Mitchell misses much about the old world, including television shows like “American Bandstand” and “Soul Train” that offered a racially complex mix of artists. But she doesn’t despair completely. “The bright spot is that you’ve got so many folks out there wanting to make music,” she says. “I like the diversity of that. Music is still important.”
Scott Timberg is a writer and editor in Los Angeles. His book “Culture Crash: The Killing of the Creative Class” was published in January 2015. Timberg worked as a Los Angeles Times staff writer for six years, and his work has appeared in The New York Times, Salon and elsewhere. Timberg also has taught writing and journalism courses at LMU as an adjunct professor. His blog is called CultureCrash. Follow him on Twitter @TheMisreadCity.
Sidebar: Streams of Music
By Aaron Smith
Did you purchase a single album (digital or physical) last year? Did you download four songs? If you did, you bought more than the average American. All told, album sales fell 11 percent to 250 million and digital songs decreased 12 percent to 1.26 billion in 2014. If it sounds like a slow fade for the music business, it can also be heard as a change of tune. Music isn’t dying, it’s streaming.
The music consumer is turning to streaming and web radio services like Spotify and Pandora, where they can access unlimited music for a monthly fee of about $10 (or free with ads). Last year, 164 billion songs were streamed — that’s up 54 percent over 2013, amounting to half a billion per day or more than 500 songs per person, according to Nielsen SoundScan. And the trend is only growing.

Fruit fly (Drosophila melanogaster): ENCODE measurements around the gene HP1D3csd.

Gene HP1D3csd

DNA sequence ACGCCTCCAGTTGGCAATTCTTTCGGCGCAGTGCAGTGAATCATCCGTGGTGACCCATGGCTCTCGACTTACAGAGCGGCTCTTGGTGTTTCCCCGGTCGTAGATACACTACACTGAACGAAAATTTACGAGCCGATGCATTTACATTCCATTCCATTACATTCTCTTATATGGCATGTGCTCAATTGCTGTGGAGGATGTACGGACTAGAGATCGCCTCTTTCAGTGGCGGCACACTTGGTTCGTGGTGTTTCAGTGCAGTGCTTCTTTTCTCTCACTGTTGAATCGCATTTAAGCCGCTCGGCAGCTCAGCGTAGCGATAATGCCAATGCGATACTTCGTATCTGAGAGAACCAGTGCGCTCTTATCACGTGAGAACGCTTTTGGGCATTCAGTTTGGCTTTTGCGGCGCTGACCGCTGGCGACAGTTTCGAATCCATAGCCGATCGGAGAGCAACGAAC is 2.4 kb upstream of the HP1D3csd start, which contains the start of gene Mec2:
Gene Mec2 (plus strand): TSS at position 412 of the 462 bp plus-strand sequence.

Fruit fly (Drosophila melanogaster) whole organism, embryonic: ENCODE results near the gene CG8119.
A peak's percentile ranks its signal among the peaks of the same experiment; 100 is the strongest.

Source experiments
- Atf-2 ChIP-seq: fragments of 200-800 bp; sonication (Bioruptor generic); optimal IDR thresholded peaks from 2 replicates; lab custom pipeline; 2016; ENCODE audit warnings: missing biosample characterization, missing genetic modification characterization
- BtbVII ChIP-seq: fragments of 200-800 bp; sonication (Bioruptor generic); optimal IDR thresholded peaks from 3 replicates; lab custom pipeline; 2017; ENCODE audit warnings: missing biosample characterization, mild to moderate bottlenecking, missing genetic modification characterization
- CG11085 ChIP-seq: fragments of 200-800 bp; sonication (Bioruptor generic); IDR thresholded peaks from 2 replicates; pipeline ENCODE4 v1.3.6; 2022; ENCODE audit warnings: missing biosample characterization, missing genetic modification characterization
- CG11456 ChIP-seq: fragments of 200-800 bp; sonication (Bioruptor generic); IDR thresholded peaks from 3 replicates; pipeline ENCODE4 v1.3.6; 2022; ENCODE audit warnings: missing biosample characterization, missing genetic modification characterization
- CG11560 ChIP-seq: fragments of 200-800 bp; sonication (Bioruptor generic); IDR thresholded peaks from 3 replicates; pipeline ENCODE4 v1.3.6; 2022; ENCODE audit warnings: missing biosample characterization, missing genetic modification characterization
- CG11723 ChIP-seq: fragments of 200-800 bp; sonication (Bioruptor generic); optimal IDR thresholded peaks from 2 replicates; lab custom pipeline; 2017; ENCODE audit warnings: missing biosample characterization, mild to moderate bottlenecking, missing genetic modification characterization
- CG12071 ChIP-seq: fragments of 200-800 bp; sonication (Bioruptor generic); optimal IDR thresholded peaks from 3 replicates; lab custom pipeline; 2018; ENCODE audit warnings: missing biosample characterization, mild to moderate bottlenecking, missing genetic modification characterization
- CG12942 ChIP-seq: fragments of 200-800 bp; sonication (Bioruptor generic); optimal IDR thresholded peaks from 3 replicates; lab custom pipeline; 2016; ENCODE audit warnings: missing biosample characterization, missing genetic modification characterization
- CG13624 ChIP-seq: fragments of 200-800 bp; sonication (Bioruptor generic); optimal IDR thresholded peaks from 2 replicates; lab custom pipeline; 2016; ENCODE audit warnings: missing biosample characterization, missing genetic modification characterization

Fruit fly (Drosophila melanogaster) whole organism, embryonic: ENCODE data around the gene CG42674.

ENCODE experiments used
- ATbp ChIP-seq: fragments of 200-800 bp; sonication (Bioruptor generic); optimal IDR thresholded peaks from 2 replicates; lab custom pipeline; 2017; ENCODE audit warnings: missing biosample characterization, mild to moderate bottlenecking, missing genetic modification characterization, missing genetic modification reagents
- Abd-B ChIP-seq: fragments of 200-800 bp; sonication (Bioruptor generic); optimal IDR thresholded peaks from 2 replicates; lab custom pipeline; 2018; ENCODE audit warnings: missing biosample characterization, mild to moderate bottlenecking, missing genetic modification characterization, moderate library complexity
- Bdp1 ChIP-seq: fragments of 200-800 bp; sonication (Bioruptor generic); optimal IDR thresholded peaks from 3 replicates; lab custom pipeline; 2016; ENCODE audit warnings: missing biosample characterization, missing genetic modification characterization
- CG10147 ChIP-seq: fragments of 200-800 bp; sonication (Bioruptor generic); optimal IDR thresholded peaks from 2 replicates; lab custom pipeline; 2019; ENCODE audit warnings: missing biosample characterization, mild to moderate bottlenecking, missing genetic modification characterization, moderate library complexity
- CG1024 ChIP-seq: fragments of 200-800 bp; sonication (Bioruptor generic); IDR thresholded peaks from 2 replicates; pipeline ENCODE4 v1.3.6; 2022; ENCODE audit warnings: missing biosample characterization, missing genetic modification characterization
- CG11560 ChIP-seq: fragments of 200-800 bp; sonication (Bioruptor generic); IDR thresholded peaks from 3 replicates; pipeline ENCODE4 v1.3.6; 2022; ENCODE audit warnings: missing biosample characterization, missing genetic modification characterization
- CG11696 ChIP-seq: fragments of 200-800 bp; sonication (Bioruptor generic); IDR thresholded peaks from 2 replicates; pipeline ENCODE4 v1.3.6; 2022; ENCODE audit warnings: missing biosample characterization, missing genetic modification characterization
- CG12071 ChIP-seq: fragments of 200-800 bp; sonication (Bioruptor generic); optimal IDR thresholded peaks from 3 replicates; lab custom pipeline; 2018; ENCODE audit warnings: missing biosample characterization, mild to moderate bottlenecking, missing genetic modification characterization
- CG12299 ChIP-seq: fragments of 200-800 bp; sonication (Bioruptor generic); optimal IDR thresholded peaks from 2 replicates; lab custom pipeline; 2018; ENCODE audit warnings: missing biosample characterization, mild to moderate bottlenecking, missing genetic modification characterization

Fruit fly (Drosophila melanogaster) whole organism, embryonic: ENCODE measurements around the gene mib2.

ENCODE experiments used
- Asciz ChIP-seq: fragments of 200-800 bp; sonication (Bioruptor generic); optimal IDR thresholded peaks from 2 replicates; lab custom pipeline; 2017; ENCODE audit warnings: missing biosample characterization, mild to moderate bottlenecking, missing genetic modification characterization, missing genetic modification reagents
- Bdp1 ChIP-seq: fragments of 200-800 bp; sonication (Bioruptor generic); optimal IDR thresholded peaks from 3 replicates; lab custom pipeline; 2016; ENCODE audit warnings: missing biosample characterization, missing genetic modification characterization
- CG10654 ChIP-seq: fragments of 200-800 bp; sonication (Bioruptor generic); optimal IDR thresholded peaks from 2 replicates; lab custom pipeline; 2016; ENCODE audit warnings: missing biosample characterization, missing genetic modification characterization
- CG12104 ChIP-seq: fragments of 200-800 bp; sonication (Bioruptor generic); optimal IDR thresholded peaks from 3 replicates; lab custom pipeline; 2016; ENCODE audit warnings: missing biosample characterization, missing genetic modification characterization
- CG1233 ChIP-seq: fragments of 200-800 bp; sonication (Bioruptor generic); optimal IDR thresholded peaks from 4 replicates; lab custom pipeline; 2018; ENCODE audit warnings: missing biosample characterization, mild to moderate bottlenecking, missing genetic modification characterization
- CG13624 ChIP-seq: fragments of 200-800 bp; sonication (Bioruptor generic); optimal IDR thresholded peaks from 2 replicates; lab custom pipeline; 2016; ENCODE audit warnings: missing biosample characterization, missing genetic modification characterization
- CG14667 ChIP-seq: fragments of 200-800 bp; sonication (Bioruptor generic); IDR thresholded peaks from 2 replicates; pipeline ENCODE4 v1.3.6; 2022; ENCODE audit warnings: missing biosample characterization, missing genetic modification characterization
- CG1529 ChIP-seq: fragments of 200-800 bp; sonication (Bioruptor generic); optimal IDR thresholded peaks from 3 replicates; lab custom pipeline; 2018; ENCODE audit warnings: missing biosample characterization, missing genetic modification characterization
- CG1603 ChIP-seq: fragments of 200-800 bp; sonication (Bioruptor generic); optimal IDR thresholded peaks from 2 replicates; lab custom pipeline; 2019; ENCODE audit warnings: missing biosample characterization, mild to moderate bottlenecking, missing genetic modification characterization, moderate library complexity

Spotify now claims more than 60 million users worldwide, including 15 million paying subscribers. Apple, music’s biggest retailer, will launch a similar service this year while maintaining its iTunes Radio service. Pandora has more than 81 million U.S. users — up 7 percent from 2013 — who rely on the company’s algorithms to choose music for them. And YouTube is beta-testing its own subscription service alongside its enormous library of videos, which effectively function as the world’s largest free-music option. In all, there are now close to 100 streaming providers.
Not surprisingly, music labels and many artists, high-profile and otherwise, are not happy with the new terms of engagement. How can they survive with all this music available for less than the price of a single album per month — or, worse, for free?
Well, it turns out the average American never spent $10 a month on music during the industry’s glory days, long before streaming. And Apple has reported that its best iTunes buyers spend about $60 a year on downloads — $5 a month.
Spotify CEO Daniel Ek defended the streaming model in a recent blog post: Piracy doesn’t pay artists a penny… Spotify has paid more than two billion dollars to labels, publishers and … songwriters and recording artists. And that’s two billion dollars’ worth of listening that would have happened with zero or little compensation to artists and songwriters through piracy or practically equivalent services.”
While the big labels, never known as an artist’s best friend, are struggling to make a compelling counterargument to the consumer, many artists maintain the current pay model is unsustainable. But the fact is, our listening habits have changed. And music streaming, for better or worse, is now mainstream.
Aaron Smith is a Los Angeles-based writer covering education, entertainment and technology. He is a frequent contributor to LMU Magazine.
This article appeared in the summer 2015 (Vol. 5, No. 2) issue of LMU Magazine.